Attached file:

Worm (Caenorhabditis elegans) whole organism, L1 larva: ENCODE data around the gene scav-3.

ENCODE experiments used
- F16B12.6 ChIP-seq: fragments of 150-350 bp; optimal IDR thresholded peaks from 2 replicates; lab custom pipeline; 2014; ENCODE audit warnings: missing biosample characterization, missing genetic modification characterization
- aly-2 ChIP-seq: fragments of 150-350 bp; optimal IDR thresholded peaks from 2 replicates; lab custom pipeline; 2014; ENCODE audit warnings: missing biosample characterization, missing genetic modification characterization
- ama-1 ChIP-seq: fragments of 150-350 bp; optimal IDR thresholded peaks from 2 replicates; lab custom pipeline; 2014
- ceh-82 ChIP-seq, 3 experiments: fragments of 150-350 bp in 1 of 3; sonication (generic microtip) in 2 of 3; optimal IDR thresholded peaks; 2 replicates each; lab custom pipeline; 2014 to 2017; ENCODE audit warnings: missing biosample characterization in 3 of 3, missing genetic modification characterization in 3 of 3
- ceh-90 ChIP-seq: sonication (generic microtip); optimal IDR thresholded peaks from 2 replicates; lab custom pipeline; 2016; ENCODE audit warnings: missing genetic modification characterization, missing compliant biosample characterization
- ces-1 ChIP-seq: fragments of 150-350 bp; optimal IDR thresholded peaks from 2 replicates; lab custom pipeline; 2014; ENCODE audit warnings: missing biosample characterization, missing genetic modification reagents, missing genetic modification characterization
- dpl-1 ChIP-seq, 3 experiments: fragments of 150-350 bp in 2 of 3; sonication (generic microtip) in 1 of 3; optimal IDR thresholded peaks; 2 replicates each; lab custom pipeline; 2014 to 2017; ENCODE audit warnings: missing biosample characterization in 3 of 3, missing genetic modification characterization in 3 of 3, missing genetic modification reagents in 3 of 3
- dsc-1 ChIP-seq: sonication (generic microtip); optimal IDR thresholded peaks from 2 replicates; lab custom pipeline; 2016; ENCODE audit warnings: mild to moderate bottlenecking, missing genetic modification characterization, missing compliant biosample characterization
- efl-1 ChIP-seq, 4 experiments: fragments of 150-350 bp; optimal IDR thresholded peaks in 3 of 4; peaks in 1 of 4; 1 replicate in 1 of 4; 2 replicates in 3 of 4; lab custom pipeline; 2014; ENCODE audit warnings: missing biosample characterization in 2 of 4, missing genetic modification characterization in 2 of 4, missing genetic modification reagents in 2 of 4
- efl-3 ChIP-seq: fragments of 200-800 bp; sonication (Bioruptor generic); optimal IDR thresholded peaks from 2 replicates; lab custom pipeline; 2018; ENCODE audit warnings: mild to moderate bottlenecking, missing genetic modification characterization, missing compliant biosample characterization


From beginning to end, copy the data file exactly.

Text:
Worm (Caenorhabditis elegans) whole organism, L1 larva: ENCODE data around the gene scav-3.

ENCODE experiments used
- F16B12.6 ChIP-seq: fragments of 150-350 bp; optimal IDR thresholded peaks from 2 replicates; lab custom pipeline; 2014; ENCODE audit warnings: missing biosample characterization, missing genetic modification characterization
- aly-2 ChIP-seq: fragments of 150-350 bp; optimal IDR thresholded peaks from 2 replicates; lab custom pipeline; 2014; ENCODE audit warnings: missing biosample characterization, missing genetic modification characterization
- ama-1 ChIP-seq: fragments of 150-350 bp; optimal IDR thresholded peaks from 2 replicates; lab custom pipeline; 2014
- ceh-82 ChIP-seq, 3 experiments: fragments of 150-350 bp in 1 of 3; sonication (generic microtip) in 2 of 3; optimal IDR thresholded peaks; 2 replicates each; lab custom pipeline; 2014 to 2017; ENCODE audit warnings: missing biosample characterization in 3 of 3, missing genetic modification characterization in 3 of 3
- ceh-90 ChIP-seq: sonication (generic microtip); optimal IDR thresholded peaks from 2 replicates; lab custom pipeline; 2016; ENCODE audit warnings: missing genetic modification characterization, missing compliant biosample characterization
- ces-1 ChIP-seq: fragments of 150-350 bp; optimal IDR thresholded peaks from 2 replicates; lab custom pipeline; 2014; ENCODE audit warnings: missing biosample characterization, missing genetic modification reagents, missing genetic modification characterization
- dpl-1 ChIP-seq, 3 experiments: fragments of 150-350 bp in 2 of 3; sonication (generic microtip) in 1 of 3; optimal IDR thresholded peaks; 2 replicates each; lab custom pipeline; 2014 to 2017; ENCODE audit warnings: missing biosample characterization in 3 of 3, missing genetic modification characterization in 3 of 3, missing genetic modification reagents in 3 of 3
- dsc-1 ChIP-seq: sonication (generic microtip); optimal IDR thresholded peaks from 2 replicates; lab custom pipeline; 2016; ENCODE audit warnings: mild to moderate bottlenecking, missing genetic modification characterization, missing compliant biosample characterization
- efl-1 ChIP-seq, 4 experiments: fragments of 150-350 bp; optimal IDR thresholded peaks in 3 of 4; peaks in 1 of 4; 1 replicate in 1 of 4; 2 replicates in 3 of 4; lab custom pipeline; 2014; ENCODE audit warnings: missing biosample characterization in 2 of 4, missing genetic modification characterization in 2 of 4, missing genetic modification reagents in 2 of 4
- efl-3 ChIP-seq: fragments of 200-800 bp; sonication (Bioruptor generic); optimal IDR thresholded peaks from 2 replicates; lab custom pipeline; 2018; ENCODE audit warnings: mild to moderate bottlenecking, missing genetic modification characterization, missing compliant biosample characterization